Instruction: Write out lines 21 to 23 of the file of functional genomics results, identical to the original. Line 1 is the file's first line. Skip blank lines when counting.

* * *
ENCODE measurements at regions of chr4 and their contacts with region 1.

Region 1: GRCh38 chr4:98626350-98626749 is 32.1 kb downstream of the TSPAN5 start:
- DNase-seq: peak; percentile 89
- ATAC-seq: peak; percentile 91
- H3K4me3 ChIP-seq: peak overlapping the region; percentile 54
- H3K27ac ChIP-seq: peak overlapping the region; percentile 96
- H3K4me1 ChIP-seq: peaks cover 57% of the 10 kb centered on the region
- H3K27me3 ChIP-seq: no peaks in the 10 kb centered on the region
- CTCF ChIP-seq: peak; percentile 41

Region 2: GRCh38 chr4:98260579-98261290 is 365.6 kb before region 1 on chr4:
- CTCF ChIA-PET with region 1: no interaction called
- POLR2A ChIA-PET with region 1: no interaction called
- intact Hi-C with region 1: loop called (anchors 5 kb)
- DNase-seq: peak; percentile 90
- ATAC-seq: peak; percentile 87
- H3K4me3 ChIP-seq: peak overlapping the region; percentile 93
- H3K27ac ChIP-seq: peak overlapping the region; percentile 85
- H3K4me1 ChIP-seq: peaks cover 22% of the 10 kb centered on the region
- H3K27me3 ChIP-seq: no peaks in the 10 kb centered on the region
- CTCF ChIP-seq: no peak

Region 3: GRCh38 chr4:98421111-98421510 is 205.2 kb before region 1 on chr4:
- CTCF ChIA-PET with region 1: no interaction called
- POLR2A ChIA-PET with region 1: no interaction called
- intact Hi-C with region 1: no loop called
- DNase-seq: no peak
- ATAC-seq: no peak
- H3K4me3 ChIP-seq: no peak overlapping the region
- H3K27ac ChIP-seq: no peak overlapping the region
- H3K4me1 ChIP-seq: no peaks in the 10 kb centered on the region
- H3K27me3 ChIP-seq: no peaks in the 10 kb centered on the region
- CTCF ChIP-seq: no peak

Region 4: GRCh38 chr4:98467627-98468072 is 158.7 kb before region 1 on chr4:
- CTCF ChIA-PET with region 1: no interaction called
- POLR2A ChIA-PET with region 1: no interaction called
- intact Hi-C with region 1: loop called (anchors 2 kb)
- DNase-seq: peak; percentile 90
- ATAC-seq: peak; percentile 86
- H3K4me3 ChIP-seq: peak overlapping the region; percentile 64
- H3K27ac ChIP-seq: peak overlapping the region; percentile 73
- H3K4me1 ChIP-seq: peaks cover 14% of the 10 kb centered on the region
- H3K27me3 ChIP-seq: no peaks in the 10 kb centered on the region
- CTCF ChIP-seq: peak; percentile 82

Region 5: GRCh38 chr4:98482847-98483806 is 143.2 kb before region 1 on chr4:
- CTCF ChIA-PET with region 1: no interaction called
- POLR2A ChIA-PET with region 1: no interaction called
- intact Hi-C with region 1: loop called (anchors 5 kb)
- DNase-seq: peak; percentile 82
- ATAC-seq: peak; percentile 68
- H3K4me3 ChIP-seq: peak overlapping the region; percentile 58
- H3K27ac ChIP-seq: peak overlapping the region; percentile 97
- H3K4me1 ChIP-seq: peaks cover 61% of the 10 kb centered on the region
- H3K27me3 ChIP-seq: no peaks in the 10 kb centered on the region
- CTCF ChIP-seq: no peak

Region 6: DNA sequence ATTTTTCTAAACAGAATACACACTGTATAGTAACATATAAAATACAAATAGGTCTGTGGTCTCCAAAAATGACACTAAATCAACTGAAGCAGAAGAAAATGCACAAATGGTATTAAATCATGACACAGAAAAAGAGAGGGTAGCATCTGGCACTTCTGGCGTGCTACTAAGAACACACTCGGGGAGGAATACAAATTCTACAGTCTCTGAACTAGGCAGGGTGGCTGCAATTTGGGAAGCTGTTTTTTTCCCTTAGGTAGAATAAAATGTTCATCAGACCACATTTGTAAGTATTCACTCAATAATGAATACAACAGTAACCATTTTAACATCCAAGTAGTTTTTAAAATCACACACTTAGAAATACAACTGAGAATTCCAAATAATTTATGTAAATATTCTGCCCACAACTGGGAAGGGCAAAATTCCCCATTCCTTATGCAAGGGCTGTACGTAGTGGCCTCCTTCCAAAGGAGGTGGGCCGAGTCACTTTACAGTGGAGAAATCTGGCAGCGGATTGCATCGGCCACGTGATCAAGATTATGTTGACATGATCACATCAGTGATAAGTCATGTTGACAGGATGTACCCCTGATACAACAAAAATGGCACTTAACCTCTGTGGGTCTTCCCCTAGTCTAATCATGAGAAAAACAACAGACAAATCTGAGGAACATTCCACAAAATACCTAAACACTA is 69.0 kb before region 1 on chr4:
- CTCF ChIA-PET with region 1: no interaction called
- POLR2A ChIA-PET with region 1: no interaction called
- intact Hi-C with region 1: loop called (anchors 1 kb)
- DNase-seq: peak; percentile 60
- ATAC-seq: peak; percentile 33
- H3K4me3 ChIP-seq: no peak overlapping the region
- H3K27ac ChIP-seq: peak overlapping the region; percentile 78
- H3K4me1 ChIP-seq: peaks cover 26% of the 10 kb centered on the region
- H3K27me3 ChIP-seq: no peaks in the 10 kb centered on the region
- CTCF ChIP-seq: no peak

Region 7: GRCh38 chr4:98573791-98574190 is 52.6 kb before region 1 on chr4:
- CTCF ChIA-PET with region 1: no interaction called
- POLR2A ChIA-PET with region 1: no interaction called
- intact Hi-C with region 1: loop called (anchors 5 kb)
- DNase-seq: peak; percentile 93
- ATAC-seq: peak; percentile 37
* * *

Region 3: GRCh38 chr4:98421111-98421510 is 205.2 kb before region 1 on chr4:
- CTCF ChIA-PET with region 1: no interaction called
- POLR2A ChIA-PET with region 1: no interaction called